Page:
African American patients with monoclonal gammopathy of undetermined significance (MGUS) were found to have lower risk of disease progression to multiple myeloma (MM) than white patients, according to findings from the SWOG S0120 trial.
MGUS is a precursor state to MM. Risk of MM has been shown to be higher among African Americans compared with white Americans. There is limited data on this population regarding disease progression from MGUS into MM.
“Current estimates of risk of progression of MGUS are based largely on studies in European American cohorts,” according to the study authors.
SWOG S0120 was a prospective observational trial of 331 patients with lgG/A monoclonal gammopathy. Of this cohort, 57 patients (17%) were African American. Disease progression was monitored for 5 years.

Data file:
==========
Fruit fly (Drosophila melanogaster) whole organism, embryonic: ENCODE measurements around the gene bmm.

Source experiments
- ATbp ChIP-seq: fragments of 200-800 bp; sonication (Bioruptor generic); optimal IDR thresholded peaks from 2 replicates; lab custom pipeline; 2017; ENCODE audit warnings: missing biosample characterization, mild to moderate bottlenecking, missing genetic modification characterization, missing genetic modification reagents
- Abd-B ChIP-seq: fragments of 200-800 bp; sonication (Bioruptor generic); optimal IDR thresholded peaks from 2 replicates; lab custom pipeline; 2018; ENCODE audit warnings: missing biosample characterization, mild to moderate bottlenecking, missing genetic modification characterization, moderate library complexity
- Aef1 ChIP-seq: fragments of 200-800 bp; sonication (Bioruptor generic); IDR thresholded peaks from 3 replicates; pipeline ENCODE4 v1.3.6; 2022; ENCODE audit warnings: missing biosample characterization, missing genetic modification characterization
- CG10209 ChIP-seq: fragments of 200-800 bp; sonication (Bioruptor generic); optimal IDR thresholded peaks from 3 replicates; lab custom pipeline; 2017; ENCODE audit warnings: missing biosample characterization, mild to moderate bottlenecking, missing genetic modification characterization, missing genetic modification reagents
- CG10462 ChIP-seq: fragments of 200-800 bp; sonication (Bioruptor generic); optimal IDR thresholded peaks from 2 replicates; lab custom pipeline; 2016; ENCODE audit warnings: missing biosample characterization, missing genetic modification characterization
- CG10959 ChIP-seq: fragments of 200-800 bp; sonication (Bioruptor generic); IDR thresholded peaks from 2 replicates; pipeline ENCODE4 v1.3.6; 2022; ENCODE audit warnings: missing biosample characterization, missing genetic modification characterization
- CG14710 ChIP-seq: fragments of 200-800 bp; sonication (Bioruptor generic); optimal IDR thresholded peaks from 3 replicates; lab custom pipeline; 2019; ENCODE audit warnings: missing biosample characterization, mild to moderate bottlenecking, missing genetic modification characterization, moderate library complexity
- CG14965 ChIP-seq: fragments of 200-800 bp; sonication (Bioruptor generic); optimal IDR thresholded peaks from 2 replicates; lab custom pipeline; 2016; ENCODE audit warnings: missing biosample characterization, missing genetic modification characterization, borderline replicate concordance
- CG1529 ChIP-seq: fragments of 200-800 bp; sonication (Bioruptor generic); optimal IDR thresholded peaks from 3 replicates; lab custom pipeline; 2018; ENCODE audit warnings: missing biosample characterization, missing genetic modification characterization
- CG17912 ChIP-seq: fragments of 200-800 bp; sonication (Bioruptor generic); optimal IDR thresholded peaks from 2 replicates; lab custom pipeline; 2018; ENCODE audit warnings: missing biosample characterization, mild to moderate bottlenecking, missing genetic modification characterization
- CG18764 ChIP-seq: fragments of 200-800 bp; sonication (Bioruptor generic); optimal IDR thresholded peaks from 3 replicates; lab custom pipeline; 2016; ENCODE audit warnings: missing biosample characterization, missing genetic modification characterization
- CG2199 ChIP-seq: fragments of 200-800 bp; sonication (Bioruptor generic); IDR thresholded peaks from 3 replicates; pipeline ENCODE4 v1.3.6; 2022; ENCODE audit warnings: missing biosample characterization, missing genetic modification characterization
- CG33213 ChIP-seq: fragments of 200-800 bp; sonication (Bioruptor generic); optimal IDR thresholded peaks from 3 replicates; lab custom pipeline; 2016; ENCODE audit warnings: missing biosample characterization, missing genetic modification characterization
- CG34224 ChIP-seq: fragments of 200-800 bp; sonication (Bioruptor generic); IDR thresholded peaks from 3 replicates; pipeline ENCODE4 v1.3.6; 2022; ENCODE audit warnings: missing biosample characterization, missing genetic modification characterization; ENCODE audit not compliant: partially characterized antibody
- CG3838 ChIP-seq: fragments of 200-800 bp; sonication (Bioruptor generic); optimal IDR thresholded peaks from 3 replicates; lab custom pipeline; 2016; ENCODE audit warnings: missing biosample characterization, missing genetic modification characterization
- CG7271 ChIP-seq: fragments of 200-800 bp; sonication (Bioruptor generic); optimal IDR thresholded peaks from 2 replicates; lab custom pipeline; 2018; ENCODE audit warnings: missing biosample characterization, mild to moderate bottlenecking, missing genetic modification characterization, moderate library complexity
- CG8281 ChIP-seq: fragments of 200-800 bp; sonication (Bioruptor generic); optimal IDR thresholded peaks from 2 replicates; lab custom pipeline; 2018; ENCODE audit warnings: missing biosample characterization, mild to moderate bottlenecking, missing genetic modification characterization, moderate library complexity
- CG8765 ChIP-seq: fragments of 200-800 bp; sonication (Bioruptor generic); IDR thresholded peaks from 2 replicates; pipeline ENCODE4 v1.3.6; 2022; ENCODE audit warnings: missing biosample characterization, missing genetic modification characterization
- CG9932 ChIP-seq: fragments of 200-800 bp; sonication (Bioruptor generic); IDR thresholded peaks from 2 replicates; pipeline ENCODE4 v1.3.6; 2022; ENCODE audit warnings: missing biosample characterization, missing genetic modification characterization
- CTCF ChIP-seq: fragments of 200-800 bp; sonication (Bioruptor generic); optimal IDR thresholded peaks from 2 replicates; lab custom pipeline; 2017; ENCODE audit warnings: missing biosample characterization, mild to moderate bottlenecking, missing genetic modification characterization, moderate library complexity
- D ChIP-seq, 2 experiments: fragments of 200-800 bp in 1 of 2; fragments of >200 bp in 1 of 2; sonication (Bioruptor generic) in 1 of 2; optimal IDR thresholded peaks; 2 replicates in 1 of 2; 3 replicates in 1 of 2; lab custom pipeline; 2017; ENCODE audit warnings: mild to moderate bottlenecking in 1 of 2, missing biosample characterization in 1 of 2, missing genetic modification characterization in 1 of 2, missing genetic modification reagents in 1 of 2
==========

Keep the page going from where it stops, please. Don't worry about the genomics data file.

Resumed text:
The investigators found that the risk of progression to clinical malignancy was significantly lower among African American patients compared with patients of other races and ethnicities. The 2-year risk of progression was 5% for African American patients, compared with 15% for the rest of the cohort. Risk at 5 years was 13% versus 24%, respectively (P=0.047). African American patients also had a lower proportion of high-risk gene expression profiles (GEP; 0% vs. 33%; P=0.01) and a higher average level of antibodies against Epstein-Barr virus (EBV; P<0.001), an infection that is associated with poor prognosis in patients with MM.
“These data provide the first prospective evidence that multiple myeloma precursor states in African American patients may have lower risk of disease compared with non-African American counterparts with lower incidence of high-risk GEP and increased EBV seropositivity. Race-dependent differences in biology and clinical risk of gammopathy may impact optimal management of these patients,” the researchers concluded.
This study was published in Clinical Cancer Research.